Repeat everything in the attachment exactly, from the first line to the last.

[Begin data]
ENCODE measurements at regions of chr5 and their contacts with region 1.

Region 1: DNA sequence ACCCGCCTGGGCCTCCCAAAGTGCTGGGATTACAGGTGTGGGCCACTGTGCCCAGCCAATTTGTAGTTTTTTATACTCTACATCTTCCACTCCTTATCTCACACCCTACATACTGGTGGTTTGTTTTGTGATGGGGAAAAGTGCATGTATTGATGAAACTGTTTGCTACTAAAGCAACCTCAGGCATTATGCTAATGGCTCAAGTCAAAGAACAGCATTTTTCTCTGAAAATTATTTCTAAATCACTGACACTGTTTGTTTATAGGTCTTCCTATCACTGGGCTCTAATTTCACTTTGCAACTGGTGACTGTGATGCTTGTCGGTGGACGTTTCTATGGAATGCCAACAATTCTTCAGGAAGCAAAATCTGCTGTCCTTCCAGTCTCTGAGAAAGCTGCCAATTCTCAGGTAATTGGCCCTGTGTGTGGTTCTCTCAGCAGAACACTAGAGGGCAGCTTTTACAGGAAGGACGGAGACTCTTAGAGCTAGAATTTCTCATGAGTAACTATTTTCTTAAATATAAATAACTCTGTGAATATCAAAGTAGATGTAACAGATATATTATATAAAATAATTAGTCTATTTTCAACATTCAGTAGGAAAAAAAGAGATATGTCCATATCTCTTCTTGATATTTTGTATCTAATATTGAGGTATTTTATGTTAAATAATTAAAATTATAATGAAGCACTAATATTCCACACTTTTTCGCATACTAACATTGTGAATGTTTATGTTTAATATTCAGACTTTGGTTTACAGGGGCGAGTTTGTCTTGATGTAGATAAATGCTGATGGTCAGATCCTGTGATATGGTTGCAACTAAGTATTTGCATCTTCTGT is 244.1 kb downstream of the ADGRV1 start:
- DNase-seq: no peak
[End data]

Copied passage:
ENCODE measurements at regions of chr5 and their contacts with region 1.

Region 1: DNA sequence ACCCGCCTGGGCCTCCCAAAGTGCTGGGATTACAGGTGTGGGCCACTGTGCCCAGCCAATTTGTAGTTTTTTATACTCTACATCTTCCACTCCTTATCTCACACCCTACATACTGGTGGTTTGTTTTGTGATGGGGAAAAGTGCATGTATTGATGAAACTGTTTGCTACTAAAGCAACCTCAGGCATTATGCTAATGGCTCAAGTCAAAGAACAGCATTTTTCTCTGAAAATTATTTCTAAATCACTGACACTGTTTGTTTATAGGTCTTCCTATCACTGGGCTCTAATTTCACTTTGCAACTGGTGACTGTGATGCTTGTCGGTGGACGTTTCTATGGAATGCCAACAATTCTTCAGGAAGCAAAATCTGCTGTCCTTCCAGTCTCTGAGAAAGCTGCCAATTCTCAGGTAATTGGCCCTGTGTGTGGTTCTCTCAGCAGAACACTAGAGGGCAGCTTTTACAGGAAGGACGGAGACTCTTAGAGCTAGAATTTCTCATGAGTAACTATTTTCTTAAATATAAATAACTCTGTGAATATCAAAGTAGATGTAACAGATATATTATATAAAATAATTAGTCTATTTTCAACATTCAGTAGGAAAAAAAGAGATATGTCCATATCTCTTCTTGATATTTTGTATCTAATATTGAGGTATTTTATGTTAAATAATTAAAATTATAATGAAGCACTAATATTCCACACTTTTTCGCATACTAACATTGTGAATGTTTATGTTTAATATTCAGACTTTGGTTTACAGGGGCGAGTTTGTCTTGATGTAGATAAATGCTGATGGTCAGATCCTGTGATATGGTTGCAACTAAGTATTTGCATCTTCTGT is 244.1 kb downstream of the ADGRV1 start:
- DNase-seq: no peak